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P91 Sex differences in the risk of chronic pain in midlife: a systematic review and meta-analysis
  1. Catherine Borra1,2,
  2. Jessica Pawson2,3,
  3. Nathalie Rich4,
  4. Rebecca Hardy1,5
  1. 1Social Research Institute – Institute of Education, University College London, London, UK
  2. 2Trauma and Orthopaedics, Barts Health NHS Trust, London, UK
  3. 3BARTS Bone and Joint Health, Queen Mary University of London, London, UK
  4. 4Division of Psychiatry – Faculty of Brain Sciences, University College London, London, UK
  5. 5School of Sport, Exercise and Health Sciences, Loughborough university, Loughborough, UK


Background Epidemiological literature suggests that chronic pain (CP) affects more females than males from puberty onwards, but it is unclear how sex differences change across different phases of the life-course because of lack of robust data from certain phases, like the mid-life. Mid-life is a sensitive period during which social and biological changes occur which can affect the health of people of both sexes distinctly.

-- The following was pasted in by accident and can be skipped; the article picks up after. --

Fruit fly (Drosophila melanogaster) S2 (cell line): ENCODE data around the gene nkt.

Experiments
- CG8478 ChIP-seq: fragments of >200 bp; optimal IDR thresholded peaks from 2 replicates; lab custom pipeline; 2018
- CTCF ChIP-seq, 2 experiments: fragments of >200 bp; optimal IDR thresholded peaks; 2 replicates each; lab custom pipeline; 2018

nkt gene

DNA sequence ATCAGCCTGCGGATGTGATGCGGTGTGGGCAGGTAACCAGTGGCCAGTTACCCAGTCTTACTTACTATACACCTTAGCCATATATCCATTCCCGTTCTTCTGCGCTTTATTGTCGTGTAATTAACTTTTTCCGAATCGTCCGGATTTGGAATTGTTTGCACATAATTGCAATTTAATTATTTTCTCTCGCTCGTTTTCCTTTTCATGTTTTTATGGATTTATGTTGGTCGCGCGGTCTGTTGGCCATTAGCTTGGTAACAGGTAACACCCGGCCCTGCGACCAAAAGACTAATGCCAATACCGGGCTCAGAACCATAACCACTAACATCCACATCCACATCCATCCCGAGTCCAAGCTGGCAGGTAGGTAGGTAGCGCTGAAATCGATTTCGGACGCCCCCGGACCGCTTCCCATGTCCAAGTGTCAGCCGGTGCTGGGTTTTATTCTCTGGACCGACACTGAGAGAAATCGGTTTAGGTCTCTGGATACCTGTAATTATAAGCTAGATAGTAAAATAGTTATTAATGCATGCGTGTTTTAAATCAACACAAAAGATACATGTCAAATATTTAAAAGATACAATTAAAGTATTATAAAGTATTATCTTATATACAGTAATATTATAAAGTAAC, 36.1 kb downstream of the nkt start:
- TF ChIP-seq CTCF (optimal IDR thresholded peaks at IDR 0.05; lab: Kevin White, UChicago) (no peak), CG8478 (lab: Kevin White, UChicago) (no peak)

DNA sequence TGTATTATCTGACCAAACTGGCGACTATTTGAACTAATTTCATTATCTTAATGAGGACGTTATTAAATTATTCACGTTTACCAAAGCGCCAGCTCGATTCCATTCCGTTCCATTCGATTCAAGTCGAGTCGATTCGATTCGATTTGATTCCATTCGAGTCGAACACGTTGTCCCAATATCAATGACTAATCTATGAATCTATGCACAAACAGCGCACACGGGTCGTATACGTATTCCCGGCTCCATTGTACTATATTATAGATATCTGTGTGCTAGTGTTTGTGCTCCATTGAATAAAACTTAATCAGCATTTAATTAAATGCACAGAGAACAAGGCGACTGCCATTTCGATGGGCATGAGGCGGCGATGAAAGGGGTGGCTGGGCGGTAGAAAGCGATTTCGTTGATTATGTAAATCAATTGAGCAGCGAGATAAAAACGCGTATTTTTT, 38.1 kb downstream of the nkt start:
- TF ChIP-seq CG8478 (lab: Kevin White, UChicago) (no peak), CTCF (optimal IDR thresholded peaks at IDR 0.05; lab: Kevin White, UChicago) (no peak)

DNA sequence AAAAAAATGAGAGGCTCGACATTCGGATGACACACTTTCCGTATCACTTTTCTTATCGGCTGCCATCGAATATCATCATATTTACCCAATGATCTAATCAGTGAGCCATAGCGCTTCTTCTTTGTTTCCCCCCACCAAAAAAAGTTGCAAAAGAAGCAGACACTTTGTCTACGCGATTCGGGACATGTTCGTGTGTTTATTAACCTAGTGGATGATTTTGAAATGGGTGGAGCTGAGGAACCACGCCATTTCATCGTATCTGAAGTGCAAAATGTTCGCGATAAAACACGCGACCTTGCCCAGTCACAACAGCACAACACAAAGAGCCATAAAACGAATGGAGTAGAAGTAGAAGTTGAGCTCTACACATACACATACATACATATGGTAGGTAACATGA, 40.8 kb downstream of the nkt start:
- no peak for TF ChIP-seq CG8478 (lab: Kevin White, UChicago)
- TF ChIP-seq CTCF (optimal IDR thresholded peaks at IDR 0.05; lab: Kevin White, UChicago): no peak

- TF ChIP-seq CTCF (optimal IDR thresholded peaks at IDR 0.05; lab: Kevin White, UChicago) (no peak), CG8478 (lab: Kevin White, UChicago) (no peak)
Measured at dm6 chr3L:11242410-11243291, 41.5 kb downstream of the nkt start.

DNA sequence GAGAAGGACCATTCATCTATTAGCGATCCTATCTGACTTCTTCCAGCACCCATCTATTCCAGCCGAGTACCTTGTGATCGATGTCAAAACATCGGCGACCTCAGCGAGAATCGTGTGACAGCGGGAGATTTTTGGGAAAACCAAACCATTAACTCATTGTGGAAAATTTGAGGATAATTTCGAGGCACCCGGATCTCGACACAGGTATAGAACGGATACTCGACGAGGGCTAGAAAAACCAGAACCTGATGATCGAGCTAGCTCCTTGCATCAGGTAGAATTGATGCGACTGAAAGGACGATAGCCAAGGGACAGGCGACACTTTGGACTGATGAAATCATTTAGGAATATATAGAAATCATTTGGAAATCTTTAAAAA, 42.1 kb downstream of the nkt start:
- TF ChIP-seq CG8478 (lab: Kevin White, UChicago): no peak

Methods We conducted a systematic review of the existing literature to investigate CP prevalence by sex and the difference in CP between sexes at mid-life (age 40–60). The literature search was conducted on MEDLINE, EMBASE, AMED and PSYCHinfo. The findings are reported in a narrative synthesis following the Social Research Council Methods Programme guidelines. Random effects meta-analysis was used to estimate the relative risk (RR) for sex difference in CP.

Results Eighteen eligible articles provided information on CP prevalence and demonstrated substantial variation in prevalence for both sexes. All but two studies found a higher prevalence of CP in females than in males. Based on a meta-analysis of seven studies, the overall RR was 1.19 (95% CI 1.13–1.26) for females compared with males with no evidence of heterogeneity. In subgroup analyses, the RR was lower for generic CP (1.19, 95%CI 1.13–1.25) than for fibromyalgia (FM) (3.13, 95%CI 1.22–8.04) although there were only two FM studies of small sample size.

Conclusion Our review found that females are more likely to experience CP at mid-life and that there is little heterogeneity in the sex difference despite great variation in prevalence. The sex difference may be greater for FM but larger studies of FM are needed to provide more precise estimates.

  • chronic pain
  • sex inequality
  • mid-life

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